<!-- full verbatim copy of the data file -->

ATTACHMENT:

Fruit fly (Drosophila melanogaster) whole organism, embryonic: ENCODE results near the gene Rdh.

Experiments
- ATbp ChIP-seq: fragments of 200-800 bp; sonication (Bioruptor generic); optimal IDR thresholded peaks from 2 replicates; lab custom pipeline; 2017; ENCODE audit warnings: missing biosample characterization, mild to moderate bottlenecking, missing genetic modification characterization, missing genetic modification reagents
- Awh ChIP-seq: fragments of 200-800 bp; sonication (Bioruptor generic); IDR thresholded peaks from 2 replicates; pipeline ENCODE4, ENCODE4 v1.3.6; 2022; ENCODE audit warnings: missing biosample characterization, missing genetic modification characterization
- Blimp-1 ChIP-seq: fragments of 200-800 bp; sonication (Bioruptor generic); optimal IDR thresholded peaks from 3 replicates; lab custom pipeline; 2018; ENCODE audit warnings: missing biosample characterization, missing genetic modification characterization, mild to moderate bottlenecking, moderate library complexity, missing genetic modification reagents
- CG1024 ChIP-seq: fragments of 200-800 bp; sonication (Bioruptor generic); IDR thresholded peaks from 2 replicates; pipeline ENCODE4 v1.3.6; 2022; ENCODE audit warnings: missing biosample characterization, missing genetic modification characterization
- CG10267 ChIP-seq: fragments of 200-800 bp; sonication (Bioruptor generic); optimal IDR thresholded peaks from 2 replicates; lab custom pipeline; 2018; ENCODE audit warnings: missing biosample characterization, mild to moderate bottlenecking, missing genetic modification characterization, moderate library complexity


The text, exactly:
Fruit fly (Drosophila melanogaster) whole organism, embryonic: ENCODE results near the gene Rdh.

Experiments
- ATbp ChIP-seq: fragments of 200-800 bp; sonication (Bioruptor generic); optimal IDR thresholded peaks from 2 replicates; lab custom pipeline; 2017; ENCODE audit warnings: missing biosample characterization, mild to moderate bottlenecking, missing genetic modification characterization, missing genetic modification reagents
- Awh ChIP-seq: fragments of 200-800 bp; sonication (Bioruptor generic); IDR thresholded peaks from 2 replicates; pipeline ENCODE4, ENCODE4 v1.3.6; 2022; ENCODE audit warnings: missing biosample characterization, missing genetic modification characterization
- Blimp-1 ChIP-seq: fragments of 200-800 bp; sonication (Bioruptor generic); optimal IDR thresholded peaks from 3 replicates; lab custom pipeline; 2018; ENCODE audit warnings: missing biosample characterization, missing genetic modification characterization, mild to moderate bottlenecking, moderate library complexity, missing genetic modification reagents
- CG1024 ChIP-seq: fragments of 200-800 bp; sonication (Bioruptor generic); IDR thresholded peaks from 2 replicates; pipeline ENCODE4 v1.3.6; 2022; ENCODE audit warnings: missing biosample characterization, missing genetic modification characterization
- CG10267 ChIP-seq: fragments of 200-800 bp; sonication (Bioruptor generic); optimal IDR thresholded peaks from 2 replicates; lab custom pipeline; 2018; ENCODE audit warnings: missing biosample characterization, mild to moderate bottlenecking, missing genetic modification characterization, moderate library complexity